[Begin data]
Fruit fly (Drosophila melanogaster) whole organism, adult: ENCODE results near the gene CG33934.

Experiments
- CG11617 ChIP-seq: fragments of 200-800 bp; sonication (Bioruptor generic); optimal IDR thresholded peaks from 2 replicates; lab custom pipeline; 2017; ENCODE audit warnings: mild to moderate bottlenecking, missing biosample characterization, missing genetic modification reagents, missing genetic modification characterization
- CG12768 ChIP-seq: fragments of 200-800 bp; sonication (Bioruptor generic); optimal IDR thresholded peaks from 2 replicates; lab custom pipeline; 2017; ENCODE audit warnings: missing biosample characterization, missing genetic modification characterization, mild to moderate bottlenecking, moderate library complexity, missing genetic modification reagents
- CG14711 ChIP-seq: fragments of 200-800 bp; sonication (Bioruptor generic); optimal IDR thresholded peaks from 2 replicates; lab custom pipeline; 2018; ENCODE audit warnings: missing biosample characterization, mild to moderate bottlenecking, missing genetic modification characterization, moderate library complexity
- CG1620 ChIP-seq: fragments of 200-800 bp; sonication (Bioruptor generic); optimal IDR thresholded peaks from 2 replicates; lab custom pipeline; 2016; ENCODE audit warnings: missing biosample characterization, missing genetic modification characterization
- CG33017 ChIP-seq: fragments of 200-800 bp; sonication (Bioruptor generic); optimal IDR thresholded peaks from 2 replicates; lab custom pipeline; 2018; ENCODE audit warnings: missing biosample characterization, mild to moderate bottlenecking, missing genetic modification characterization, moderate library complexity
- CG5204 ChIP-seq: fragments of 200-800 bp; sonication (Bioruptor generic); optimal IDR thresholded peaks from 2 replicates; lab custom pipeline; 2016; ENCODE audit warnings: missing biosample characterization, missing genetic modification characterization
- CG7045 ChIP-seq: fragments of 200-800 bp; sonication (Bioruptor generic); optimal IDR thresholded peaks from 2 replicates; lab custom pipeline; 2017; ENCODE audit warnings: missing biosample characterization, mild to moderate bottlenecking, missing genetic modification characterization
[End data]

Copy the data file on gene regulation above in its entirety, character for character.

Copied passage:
Fruit fly (Drosophila melanogaster) whole organism, adult: ENCODE results near the gene CG33934.

Experiments
- CG11617 ChIP-seq: fragments of 200-800 bp; sonication (Bioruptor generic); optimal IDR thresholded peaks from 2 replicates; lab custom pipeline; 2017; ENCODE audit warnings: mild to moderate bottlenecking, missing biosample characterization, missing genetic modification reagents, missing genetic modification characterization
- CG12768 ChIP-seq: fragments of 200-800 bp; sonication (Bioruptor generic); optimal IDR thresholded peaks from 2 replicates; lab custom pipeline; 2017; ENCODE audit warnings: missing biosample characterization, missing genetic modification characterization, mild to moderate bottlenecking, moderate library complexity, missing genetic modification reagents
- CG14711 ChIP-seq: fragments of 200-800 bp; sonication (Bioruptor generic); optimal IDR thresholded peaks from 2 replicates; lab custom pipeline; 2018; ENCODE audit warnings: missing biosample characterization, mild to moderate bottlenecking, missing genetic modification characterization, moderate library complexity
- CG1620 ChIP-seq: fragments of 200-800 bp; sonication (Bioruptor generic); optimal IDR thresholded peaks from 2 replicates; lab custom pipeline; 2016; ENCODE audit warnings: missing biosample characterization, missing genetic modification characterization
- CG33017 ChIP-seq: fragments of 200-800 bp; sonication (Bioruptor generic); optimal IDR thresholded peaks from 2 replicates; lab custom pipeline; 2018; ENCODE audit warnings: missing biosample characterization, mild to moderate bottlenecking, missing genetic modification characterization, moderate library complexity
- CG5204 ChIP-seq: fragments of 200-800 bp; sonication (Bioruptor generic); optimal IDR thresholded peaks from 2 replicates; lab custom pipeline; 2016; ENCODE audit warnings: missing biosample characterization, missing genetic modification characterization
- CG7045 ChIP-seq: fragments of 200-800 bp; sonication (Bioruptor generic); optimal IDR thresholded peaks from 2 replicates; lab custom pipeline; 2017; ENCODE audit warnings: missing biosample characterization, mild to moderate bottlenecking, missing genetic modification characterization